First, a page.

Innovation That Matters

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Repurposing used EV batteries into off-grid solar energy systems

Agriculture & Energy

A Kenyan company is delivering cheap solar and water filtration systems by reusing e-waste to develop lithium batteries locally

Spotted: Solar power is a major part of many national decarbonisation plans. And for those living in rural areas, with no access to grid energy, solar power represents a lifeline. One hitch is that it can be expensive for those on low incomes to install solar systems. Inno-Neat Energy is aiming to make this cheaper and easier for those in Kenya. What’s more, because the sun doesn’t always shine, off-grid solar systems need to be paired with energy storage technologies to provide round-the-clock power.

Inno-Neat manufactures solar-ready, repurposed lithium-ion batteries from used cells sourced from e-waste. Repurposing the cells keeps the overall costs low, reducing the price of the system by around 50 per cent compared with brand-new solar energy technologies. It also introduces circularity into the battery waste value chain.

The company told Springwise it is also using the batteries to power its solar-powered water filter, SafiSolar, which is designed to remove contaminants and generate safe water for those in rural communities. This is a vital need, as an estimated 28 million people lack access to safe drinking water in Kenya alone.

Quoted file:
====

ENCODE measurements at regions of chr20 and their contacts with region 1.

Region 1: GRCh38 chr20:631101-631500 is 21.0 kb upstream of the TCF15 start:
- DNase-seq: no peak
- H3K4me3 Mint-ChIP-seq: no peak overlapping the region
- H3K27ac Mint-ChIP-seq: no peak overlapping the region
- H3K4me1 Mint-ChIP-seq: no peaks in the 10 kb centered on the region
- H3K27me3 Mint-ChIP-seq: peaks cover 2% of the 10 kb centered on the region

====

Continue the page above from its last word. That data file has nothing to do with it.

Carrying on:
Inno-Neat is still in an early stage of growth. It is working with off-grid solar companies to sell the solar and filtration systems, and is signed up with two e-waste companies to supply the cells. The startup has raised some non-equity assistance funding and is now working to raise a target of $250,000 (around €234,000) in equity investment.

Solar power represents a valuable opportunity for many rural communities unable to access grid energy, especially in Africa. In fact, in the archive, Springwise has recently spotted a number of innovations in solar provision from Africa, including solar technology for agricultural use and solar-powered mini-grids in the Democratic Republic of Congo.

Written By: Lisa Magloff




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